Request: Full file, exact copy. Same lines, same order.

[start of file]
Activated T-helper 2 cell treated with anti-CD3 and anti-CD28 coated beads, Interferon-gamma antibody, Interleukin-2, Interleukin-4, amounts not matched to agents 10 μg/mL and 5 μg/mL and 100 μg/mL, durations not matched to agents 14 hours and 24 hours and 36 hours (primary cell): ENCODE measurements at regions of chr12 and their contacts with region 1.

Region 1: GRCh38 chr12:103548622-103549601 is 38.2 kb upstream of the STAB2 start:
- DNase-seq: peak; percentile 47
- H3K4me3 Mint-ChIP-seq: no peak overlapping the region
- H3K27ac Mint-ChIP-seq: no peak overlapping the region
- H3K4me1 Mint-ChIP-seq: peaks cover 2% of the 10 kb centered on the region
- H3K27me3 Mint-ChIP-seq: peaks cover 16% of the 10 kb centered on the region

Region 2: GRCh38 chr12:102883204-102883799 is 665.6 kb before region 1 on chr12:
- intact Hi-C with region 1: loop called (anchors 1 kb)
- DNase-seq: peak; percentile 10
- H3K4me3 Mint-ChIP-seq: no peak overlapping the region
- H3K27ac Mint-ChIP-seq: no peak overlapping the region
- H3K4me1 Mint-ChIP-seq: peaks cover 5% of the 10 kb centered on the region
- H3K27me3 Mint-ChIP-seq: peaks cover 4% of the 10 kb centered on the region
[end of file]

Activated T-helper 2 cell treated with anti-CD3 and anti-CD28 coated beads, Interferon-gamma antibody, Interleukin-2, Interleukin-4, amounts not matched to agents 10 μg/mL and 5 μg/mL and 100 μg/mL, durations not matched to agents 14 hours and 24 hours and 36 hours (primary cell): ENCODE measurements at regions of chr12 and their contacts with region 1.

Region 1: GRCh38 chr12:103548622-103549601 is 38.2 kb upstream of the STAB2 start:
- DNase-seq: peak; percentile 47
- H3K4me3 Mint-ChIP-seq: no peak overlapping the region
- H3K27ac Mint-ChIP-seq: no peak overlapping the region
- H3K4me1 Mint-ChIP-seq: peaks cover 2% of the 10 kb centered on the region
- H3K27me3 Mint-ChIP-seq: peaks cover 16% of the 10 kb centered on the region

Region 2: GRCh38 chr12:102883204-102883799 is 665.6 kb before region 1 on chr12:
- intact Hi-C with region 1: loop called (anchors 1 kb)
- DNase-seq: peak; percentile 10
- H3K4me3 Mint-ChIP-seq: no peak overlapping the region
- H3K27ac Mint-ChIP-seq: no peak overlapping the region
- H3K4me1 Mint-ChIP-seq: peaks cover 5% of the 10 kb centered on the region
- H3K27me3 Mint-ChIP-seq: peaks cover 4% of the 10 kb centered on the region